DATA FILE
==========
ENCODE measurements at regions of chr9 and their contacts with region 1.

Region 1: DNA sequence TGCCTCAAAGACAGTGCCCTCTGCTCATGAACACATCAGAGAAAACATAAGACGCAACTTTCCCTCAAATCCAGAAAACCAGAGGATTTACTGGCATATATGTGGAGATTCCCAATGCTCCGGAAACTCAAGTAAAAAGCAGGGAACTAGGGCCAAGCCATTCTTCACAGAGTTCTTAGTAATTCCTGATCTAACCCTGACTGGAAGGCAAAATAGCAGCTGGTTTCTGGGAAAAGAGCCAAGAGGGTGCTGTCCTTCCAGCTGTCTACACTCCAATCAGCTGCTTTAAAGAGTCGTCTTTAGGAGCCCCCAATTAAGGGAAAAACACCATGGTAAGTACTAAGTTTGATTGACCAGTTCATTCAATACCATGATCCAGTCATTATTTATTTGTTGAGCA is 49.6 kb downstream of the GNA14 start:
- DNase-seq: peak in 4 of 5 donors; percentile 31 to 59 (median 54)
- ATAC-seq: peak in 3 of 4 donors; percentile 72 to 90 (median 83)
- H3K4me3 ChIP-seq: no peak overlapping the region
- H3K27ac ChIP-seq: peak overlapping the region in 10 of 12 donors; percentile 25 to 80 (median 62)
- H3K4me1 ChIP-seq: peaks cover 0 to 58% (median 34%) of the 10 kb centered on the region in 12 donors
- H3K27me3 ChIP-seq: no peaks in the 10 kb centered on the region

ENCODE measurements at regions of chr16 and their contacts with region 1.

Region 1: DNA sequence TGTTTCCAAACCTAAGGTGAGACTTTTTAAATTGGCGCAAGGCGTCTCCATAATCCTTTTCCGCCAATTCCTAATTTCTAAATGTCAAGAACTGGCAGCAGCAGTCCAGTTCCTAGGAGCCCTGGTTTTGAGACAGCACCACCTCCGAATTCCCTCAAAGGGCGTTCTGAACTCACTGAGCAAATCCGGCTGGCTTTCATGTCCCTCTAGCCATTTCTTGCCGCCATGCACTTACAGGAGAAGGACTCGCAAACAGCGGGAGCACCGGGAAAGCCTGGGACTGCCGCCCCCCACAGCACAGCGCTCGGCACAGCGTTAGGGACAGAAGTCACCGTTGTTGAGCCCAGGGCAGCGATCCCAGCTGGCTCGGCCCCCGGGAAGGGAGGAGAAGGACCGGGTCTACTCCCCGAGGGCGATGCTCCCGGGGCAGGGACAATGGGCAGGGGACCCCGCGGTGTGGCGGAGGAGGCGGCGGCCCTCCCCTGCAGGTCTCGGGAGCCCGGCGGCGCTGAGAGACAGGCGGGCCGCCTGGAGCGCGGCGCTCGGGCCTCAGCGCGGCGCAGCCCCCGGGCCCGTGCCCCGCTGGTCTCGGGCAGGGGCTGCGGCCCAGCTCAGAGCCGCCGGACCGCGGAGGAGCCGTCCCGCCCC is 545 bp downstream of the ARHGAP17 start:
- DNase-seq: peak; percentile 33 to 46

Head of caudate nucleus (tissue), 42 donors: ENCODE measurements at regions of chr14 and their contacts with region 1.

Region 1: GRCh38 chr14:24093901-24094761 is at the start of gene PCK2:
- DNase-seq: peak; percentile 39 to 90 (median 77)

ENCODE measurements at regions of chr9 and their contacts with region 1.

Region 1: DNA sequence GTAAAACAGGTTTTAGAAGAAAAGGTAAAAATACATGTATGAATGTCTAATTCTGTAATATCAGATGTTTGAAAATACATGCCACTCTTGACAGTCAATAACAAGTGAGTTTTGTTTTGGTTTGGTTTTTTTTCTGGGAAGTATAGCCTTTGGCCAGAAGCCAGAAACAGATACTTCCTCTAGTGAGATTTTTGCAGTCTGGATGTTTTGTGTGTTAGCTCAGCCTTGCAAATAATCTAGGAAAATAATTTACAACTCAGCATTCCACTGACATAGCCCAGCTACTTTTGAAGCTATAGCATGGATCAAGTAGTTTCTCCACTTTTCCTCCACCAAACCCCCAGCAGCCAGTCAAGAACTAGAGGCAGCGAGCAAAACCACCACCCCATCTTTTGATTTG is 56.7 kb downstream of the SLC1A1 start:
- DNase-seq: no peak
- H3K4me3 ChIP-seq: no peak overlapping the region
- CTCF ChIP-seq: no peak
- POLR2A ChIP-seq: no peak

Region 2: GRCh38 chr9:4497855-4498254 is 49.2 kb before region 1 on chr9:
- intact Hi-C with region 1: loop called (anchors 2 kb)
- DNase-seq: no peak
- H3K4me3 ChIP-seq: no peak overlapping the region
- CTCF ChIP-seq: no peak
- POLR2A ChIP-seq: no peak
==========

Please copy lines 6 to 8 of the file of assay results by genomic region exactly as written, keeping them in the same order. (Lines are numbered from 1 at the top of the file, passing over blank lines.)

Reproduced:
- H3K27ac ChIP-seq: peak overlapping the region in 10 of 12 donors; percentile 25 to 80 (median 62)
- H3K4me1 ChIP-seq: peaks cover 0 to 58% (median 34%) of the 10 kb centered on the region in 12 donors
- H3K27me3 ChIP-seq: no peaks in the 10 kb centered on the region